Holy Mount Athos


Four years after the burial of a monk, the remains are digged out again. The skulls are cleaned with wine and the name of the chaplain is added to them.


At dawn the last monk rushes back to the monastery. After sunset the gates are getting shut.


A monk reads from a historic book.


At he ceremonies the monks are wearing a headscarf. Otherwise they would be desecrated.


Many of the monasteries and settlements are built right into the steep and rocky cliffs of mount Athos.


Two monks at the monastery of Megistis Lavras, which is the oldest on the peninsula.


A settlement close to Karies. Karies is the only village on Athos.


Many of the monastery are harvesting there land. This monk is trimming olive trees.


Three monks in the early morning. The inner courtyard is the central point in the monasteries.


Almost every monastery has his own quay. Once a day a ship delivers mails, groceries and pilgrims.


A monk is seen in a cave on the foot of mount Athos.


In a grave-chamber a monk is lighting a candle.


In the early morning mist a pilgrim is heading out to the next monastery.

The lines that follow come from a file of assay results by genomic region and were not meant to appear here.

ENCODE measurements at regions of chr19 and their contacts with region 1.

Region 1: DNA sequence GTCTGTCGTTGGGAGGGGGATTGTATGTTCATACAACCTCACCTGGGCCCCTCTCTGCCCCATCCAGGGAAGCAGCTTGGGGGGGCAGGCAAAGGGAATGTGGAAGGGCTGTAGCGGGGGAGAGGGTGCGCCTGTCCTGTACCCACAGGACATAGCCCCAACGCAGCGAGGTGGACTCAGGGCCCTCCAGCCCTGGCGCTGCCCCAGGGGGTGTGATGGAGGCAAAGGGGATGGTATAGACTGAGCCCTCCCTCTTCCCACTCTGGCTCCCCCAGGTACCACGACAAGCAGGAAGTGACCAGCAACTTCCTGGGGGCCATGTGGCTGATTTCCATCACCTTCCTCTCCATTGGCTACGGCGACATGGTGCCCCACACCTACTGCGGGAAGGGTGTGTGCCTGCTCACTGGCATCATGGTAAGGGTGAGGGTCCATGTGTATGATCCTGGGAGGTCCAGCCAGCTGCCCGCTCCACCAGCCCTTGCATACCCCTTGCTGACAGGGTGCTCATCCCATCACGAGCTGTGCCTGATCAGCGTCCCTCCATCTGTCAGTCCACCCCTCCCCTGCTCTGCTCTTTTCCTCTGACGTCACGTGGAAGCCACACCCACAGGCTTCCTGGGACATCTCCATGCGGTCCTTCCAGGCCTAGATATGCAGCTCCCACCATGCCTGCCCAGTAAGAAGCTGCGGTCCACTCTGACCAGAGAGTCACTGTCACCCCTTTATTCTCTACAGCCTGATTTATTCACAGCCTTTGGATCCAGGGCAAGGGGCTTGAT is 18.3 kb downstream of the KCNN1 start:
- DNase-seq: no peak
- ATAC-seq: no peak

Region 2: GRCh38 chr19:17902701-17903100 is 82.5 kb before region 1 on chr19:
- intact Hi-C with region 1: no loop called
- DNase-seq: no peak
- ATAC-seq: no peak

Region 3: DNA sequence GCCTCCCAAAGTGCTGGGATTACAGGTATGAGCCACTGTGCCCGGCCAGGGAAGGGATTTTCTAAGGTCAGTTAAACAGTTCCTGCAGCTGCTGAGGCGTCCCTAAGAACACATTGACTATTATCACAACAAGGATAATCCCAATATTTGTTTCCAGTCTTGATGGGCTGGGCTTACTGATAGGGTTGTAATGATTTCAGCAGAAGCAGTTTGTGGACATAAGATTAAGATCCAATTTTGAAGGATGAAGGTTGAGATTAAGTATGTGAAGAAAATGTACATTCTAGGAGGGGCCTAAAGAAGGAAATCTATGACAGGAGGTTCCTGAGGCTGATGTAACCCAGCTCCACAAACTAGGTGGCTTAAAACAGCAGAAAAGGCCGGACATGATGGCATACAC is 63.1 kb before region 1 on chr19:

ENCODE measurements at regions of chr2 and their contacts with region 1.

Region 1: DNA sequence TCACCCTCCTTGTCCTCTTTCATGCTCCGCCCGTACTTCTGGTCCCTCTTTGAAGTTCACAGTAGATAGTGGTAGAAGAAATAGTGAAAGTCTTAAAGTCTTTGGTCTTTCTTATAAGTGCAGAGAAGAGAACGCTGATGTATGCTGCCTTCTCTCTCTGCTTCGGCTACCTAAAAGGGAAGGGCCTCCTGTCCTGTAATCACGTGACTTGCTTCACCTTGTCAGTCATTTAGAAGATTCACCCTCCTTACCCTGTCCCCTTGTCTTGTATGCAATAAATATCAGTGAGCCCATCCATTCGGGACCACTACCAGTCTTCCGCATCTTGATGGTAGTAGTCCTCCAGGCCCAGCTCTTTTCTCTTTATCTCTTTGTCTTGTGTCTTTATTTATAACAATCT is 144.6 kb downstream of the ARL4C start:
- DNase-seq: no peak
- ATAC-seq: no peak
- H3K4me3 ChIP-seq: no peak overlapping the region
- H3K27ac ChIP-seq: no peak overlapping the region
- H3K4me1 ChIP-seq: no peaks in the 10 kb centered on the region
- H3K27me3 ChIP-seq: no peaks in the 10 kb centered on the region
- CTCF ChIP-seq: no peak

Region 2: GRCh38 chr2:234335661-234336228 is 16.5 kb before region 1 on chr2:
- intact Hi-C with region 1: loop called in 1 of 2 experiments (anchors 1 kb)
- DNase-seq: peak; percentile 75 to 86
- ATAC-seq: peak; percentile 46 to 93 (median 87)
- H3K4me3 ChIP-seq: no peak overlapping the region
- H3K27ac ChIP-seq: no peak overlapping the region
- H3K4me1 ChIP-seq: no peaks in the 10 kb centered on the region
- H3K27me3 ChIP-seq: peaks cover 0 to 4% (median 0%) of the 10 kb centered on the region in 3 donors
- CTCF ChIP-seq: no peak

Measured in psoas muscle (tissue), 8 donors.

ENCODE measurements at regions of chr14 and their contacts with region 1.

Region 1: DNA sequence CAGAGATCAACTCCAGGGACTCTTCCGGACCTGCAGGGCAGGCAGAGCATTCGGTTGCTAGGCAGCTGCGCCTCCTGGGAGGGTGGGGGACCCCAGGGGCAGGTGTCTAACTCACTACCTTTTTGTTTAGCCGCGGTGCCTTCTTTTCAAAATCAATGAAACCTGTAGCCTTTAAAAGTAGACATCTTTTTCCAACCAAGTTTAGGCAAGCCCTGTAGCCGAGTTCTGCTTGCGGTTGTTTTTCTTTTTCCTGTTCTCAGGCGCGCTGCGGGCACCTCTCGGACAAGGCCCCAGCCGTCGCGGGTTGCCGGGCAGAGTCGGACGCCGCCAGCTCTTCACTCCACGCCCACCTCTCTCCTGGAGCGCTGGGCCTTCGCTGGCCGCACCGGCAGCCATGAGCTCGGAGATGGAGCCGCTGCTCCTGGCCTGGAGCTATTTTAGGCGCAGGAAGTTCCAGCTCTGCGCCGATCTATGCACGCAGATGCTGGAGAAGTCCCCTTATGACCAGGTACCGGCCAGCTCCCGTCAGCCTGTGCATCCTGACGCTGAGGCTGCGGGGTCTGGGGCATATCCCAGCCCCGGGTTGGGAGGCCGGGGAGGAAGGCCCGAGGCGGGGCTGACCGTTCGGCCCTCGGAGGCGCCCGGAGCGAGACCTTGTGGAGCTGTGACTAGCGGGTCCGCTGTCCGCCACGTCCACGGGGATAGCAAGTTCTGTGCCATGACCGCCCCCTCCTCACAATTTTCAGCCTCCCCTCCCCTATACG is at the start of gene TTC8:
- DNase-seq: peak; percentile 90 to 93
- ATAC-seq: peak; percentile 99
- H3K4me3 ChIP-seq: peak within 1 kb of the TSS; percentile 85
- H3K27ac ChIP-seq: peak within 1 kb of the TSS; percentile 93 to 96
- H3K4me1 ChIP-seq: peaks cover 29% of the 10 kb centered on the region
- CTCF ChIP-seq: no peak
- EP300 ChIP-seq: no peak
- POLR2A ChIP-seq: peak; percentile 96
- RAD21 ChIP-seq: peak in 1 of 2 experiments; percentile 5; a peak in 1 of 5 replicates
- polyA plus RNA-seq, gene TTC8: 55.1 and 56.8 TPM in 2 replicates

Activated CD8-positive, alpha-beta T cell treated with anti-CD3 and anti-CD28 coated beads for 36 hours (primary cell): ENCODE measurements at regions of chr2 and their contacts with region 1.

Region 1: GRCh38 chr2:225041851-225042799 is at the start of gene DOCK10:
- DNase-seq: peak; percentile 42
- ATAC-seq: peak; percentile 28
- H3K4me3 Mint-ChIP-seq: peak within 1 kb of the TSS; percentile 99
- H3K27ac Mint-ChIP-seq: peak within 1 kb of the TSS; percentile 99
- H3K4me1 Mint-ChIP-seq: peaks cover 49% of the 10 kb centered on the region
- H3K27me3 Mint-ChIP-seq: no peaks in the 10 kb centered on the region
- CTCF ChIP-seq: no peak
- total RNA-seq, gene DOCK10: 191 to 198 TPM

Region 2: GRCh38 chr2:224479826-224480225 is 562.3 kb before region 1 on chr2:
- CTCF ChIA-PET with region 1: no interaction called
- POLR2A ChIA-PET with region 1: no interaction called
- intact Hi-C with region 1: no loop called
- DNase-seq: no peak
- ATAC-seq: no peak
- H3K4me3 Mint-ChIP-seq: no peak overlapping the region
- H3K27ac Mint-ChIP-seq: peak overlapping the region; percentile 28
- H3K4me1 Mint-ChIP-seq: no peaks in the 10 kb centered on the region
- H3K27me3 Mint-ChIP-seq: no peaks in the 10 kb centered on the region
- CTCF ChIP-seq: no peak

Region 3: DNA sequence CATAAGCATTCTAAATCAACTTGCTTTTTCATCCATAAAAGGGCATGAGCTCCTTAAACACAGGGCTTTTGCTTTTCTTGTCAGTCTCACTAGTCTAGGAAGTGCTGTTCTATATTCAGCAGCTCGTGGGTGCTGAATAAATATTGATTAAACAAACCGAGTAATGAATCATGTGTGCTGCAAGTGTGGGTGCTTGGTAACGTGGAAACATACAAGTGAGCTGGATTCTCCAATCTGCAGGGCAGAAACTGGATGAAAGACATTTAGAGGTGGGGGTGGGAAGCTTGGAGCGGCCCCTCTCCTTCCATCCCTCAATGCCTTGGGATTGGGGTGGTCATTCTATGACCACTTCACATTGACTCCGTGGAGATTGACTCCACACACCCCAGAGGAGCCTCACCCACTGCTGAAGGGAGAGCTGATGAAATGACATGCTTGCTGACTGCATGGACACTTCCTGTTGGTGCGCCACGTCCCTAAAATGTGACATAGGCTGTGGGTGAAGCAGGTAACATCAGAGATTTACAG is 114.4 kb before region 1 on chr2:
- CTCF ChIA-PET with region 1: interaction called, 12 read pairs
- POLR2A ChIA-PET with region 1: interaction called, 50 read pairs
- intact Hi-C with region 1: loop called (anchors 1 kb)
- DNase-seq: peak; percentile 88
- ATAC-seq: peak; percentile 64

Two times a week the monastery is getting cleaned. Every monk has his own task.


Many monks have access to modern communication devices, so they can stay in touch with their families.


The black hat is the typical headdress of the monks.


Around mount Athos many little islands are towering out of the ocean.


Holy Mount Athos
Journey to a place locked in time

For more than 1000 years orthodox monks have settled at the foot of the holy mount Athos. Athos is a self-governing republic of monks, situated in the Greek peninsula Chalkidiki. 

Approximately 2300 monks, divided into 20 large monasteries and numerous hermitages, live on Mount Athos. The peninsula can be considered the center of the orthodox faith: Mecca of the Byzantine world. 

A twenty kilometer are of wilderness separates this unique republic from the rest of the world. Athos is only accessible by boat and special permission is needed. As on of their basic principles, entrance for woman is denied. After entering the republic one may feel as if they’ve stepped into an era going back hundreds of years, into a world without noise, stress or haste. 
The clocks on Athos run on a different time: six hours ahead. That means the day starts at 1:00 am and ends by 6:00 pm. A strict schedule forms the daily routine of the monks, which includes hours of praying, garden work, chanting and the preparation of the ceremonies. 

Athos implies a unique kind of spiritual cohabitation, untouched by our fast and modern society.

By Julius Schrank and Florian Manz. Published in Modern Times

Julius Schrank